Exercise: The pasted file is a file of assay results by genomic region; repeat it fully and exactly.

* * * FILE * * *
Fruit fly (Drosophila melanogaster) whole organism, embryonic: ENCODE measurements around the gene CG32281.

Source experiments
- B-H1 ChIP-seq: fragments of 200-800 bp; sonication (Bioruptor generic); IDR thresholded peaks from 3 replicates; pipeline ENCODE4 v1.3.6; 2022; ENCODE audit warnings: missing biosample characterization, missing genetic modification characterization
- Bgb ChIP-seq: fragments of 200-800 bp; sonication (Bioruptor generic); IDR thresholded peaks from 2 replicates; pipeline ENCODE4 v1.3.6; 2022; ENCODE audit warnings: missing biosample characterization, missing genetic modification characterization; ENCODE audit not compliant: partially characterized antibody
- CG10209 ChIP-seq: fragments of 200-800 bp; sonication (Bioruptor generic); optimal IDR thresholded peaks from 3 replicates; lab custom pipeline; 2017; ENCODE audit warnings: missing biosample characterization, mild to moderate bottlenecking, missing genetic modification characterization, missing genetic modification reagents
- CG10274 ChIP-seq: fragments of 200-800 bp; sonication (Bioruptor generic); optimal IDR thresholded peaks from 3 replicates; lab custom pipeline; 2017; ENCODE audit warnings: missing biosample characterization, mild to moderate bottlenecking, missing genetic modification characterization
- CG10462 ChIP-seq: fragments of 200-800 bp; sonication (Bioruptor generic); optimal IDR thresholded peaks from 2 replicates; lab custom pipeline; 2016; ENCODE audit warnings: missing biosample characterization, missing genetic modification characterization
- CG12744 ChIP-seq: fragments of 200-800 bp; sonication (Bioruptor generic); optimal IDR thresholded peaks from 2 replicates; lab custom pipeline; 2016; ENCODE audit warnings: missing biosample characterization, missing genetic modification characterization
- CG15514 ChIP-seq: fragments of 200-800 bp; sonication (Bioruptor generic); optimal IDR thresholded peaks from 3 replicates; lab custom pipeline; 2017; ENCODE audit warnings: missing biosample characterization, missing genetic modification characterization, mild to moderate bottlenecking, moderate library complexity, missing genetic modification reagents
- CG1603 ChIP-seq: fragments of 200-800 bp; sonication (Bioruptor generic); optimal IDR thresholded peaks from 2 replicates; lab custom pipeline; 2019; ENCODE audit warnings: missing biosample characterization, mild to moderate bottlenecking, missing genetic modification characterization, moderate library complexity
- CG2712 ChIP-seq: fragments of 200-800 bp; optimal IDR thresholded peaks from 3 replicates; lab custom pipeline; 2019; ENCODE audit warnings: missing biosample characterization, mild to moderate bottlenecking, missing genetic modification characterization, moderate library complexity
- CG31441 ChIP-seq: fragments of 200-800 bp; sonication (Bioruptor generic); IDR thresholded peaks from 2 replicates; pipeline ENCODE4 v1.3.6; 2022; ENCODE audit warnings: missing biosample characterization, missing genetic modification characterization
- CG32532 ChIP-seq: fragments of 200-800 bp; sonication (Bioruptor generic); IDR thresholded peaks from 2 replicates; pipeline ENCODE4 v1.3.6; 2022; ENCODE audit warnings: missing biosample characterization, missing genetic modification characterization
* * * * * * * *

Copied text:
Fruit fly (Drosophila melanogaster) whole organism, embryonic: ENCODE measurements around the gene CG32281.

Source experiments
- B-H1 ChIP-seq: fragments of 200-800 bp; sonication (Bioruptor generic); IDR thresholded peaks from 3 replicates; pipeline ENCODE4 v1.3.6; 2022; ENCODE audit warnings: missing biosample characterization, missing genetic modification characterization
- Bgb ChIP-seq: fragments of 200-800 bp; sonication (Bioruptor generic); IDR thresholded peaks from 2 replicates; pipeline ENCODE4 v1.3.6; 2022; ENCODE audit warnings: missing biosample characterization, missing genetic modification characterization; ENCODE audit not compliant: partially characterized antibody
- CG10209 ChIP-seq: fragments of 200-800 bp; sonication (Bioruptor generic); optimal IDR thresholded peaks from 3 replicates; lab custom pipeline; 2017; ENCODE audit warnings: missing biosample characterization, mild to moderate bottlenecking, missing genetic modification characterization, missing genetic modification reagents
- CG10274 ChIP-seq: fragments of 200-800 bp; sonication (Bioruptor generic); optimal IDR thresholded peaks from 3 replicates; lab custom pipeline; 2017; ENCODE audit warnings: missing biosample characterization, mild to moderate bottlenecking, missing genetic modification characterization
- CG10462 ChIP-seq: fragments of 200-800 bp; sonication (Bioruptor generic); optimal IDR thresholded peaks from 2 replicates; lab custom pipeline; 2016; ENCODE audit warnings: missing biosample characterization, missing genetic modification characterization
- CG12744 ChIP-seq: fragments of 200-800 bp; sonication (Bioruptor generic); optimal IDR thresholded peaks from 2 replicates; lab custom pipeline; 2016; ENCODE audit warnings: missing biosample characterization, missing genetic modification characterization
- CG15514 ChIP-seq: fragments of 200-800 bp; sonication (Bioruptor generic); optimal IDR thresholded peaks from 3 replicates; lab custom pipeline; 2017; ENCODE audit warnings: missing biosample characterization, missing genetic modification characterization, mild to moderate bottlenecking, moderate library complexity, missing genetic modification reagents
- CG1603 ChIP-seq: fragments of 200-800 bp; sonication (Bioruptor generic); optimal IDR thresholded peaks from 2 replicates; lab custom pipeline; 2019; ENCODE audit warnings: missing biosample characterization, mild to moderate bottlenecking, missing genetic modification characterization, moderate library complexity
- CG2712 ChIP-seq: fragments of 200-800 bp; optimal IDR thresholded peaks from 3 replicates; lab custom pipeline; 2019; ENCODE audit warnings: missing biosample characterization, mild to moderate bottlenecking, missing genetic modification characterization, moderate library complexity
- CG31441 ChIP-seq: fragments of 200-800 bp; sonication (Bioruptor generic); IDR thresholded peaks from 2 replicates; pipeline ENCODE4 v1.3.6; 2022; ENCODE audit warnings: missing biosample characterization, missing genetic modification characterization
- CG32532 ChIP-seq: fragments of 200-800 bp; sonication (Bioruptor generic); IDR thresholded peaks from 2 replicates; pipeline ENCODE4 v1.3.6; 2022; ENCODE audit warnings: missing biosample characterization, missing genetic modification characterization